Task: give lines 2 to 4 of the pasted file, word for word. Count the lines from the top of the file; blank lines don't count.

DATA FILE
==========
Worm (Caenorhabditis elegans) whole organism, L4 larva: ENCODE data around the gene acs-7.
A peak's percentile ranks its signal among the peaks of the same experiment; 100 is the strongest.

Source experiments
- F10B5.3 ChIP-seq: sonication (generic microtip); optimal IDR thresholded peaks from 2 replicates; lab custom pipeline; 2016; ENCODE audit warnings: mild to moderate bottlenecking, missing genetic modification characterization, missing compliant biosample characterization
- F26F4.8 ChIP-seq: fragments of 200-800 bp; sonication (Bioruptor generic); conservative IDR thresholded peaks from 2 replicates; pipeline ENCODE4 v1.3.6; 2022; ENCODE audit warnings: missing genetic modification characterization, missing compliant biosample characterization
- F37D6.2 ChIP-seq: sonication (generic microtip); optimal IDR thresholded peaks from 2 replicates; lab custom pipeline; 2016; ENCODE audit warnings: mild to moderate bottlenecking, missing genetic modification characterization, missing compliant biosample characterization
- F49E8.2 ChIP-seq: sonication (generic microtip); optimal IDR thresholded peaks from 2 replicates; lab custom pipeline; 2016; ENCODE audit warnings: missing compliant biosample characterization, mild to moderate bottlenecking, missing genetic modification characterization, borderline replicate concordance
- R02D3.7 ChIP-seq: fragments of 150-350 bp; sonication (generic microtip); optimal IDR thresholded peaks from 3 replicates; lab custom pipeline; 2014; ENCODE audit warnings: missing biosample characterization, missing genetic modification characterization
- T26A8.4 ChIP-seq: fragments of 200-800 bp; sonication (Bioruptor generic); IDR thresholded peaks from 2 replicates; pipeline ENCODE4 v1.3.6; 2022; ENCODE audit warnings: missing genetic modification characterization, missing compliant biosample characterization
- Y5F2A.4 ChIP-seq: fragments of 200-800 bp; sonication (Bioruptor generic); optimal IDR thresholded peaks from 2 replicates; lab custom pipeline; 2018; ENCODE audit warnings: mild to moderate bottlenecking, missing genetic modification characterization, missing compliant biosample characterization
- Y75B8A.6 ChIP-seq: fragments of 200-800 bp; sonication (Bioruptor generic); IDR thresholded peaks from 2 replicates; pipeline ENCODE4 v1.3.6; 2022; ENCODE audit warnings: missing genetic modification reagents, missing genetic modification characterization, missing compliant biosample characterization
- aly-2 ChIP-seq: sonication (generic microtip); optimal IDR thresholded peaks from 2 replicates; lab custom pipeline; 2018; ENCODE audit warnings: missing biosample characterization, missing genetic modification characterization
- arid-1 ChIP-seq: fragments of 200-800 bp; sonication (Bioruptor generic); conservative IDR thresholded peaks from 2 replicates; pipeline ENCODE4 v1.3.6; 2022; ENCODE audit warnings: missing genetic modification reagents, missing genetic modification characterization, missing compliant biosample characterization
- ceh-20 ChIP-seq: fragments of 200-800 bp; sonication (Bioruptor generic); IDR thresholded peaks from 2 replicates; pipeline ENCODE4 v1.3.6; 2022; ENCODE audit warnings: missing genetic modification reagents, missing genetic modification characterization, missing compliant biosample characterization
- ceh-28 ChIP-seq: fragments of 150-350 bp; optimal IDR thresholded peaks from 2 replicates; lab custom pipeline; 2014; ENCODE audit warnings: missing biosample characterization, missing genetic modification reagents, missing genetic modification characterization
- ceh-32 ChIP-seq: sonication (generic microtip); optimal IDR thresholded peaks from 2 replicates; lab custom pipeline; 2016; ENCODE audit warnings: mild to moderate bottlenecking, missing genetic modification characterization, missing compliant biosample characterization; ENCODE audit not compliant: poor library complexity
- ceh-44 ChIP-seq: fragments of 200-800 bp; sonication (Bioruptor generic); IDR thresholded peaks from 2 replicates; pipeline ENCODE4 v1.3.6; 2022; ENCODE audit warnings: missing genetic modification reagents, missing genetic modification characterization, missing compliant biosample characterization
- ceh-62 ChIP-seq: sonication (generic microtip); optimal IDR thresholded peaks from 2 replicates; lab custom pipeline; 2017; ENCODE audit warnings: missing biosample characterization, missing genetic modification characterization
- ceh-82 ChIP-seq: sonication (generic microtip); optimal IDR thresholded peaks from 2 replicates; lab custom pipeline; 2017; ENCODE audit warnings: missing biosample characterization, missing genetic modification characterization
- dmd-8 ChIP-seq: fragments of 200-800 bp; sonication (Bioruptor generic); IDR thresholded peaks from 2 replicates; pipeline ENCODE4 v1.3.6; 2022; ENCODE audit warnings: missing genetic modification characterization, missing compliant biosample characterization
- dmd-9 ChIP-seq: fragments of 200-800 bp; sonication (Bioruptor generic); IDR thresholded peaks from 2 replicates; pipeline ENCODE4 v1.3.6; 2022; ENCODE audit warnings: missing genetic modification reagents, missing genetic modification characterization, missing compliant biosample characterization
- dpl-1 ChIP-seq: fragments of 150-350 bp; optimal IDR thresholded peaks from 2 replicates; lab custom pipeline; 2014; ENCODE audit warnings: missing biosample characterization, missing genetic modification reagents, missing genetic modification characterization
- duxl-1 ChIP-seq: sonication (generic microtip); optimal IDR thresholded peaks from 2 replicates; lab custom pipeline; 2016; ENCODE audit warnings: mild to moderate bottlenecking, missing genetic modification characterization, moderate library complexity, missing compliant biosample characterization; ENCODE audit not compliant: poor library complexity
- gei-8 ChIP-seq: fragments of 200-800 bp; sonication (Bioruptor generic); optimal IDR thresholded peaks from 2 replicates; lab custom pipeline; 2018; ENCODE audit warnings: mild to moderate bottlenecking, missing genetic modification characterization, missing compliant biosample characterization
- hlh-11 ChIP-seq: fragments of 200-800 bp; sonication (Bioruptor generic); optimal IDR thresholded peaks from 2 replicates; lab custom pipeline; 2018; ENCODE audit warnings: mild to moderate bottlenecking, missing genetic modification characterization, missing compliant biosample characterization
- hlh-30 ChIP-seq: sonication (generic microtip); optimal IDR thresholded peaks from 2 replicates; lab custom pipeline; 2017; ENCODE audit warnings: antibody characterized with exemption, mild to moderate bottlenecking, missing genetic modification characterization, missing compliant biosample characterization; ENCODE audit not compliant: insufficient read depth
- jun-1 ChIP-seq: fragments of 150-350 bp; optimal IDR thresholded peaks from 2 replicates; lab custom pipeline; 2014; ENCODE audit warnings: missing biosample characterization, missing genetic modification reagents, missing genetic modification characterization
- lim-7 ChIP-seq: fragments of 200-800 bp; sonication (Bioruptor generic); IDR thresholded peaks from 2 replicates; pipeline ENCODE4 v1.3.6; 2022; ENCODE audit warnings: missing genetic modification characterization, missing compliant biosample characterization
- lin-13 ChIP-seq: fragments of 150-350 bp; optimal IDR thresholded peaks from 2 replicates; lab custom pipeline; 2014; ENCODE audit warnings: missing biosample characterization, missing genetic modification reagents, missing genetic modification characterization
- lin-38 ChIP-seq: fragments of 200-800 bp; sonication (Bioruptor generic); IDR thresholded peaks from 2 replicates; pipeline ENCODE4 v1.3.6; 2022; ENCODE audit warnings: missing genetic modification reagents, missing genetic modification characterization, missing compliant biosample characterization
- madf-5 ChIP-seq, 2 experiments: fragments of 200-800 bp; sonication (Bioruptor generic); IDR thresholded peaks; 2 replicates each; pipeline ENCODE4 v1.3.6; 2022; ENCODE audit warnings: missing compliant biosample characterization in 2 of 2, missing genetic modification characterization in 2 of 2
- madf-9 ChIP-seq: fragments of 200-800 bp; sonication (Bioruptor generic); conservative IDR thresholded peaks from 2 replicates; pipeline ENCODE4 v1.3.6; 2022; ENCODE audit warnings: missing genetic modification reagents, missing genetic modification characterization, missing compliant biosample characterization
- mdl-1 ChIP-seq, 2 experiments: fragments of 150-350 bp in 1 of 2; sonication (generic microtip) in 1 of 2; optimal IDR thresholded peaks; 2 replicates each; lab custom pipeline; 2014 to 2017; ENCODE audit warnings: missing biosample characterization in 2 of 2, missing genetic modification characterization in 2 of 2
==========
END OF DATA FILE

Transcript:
A peak's percentile ranks its signal among the peaks of the same experiment; 100 is the strongest.

Source experiments
- F10B5.3 ChIP-seq: sonication (generic microtip); optimal IDR thresholded peaks from 2 replicates; lab custom pipeline; 2016; ENCODE audit warnings: mild to moderate bottlenecking, missing genetic modification characterization, missing compliant biosample characterization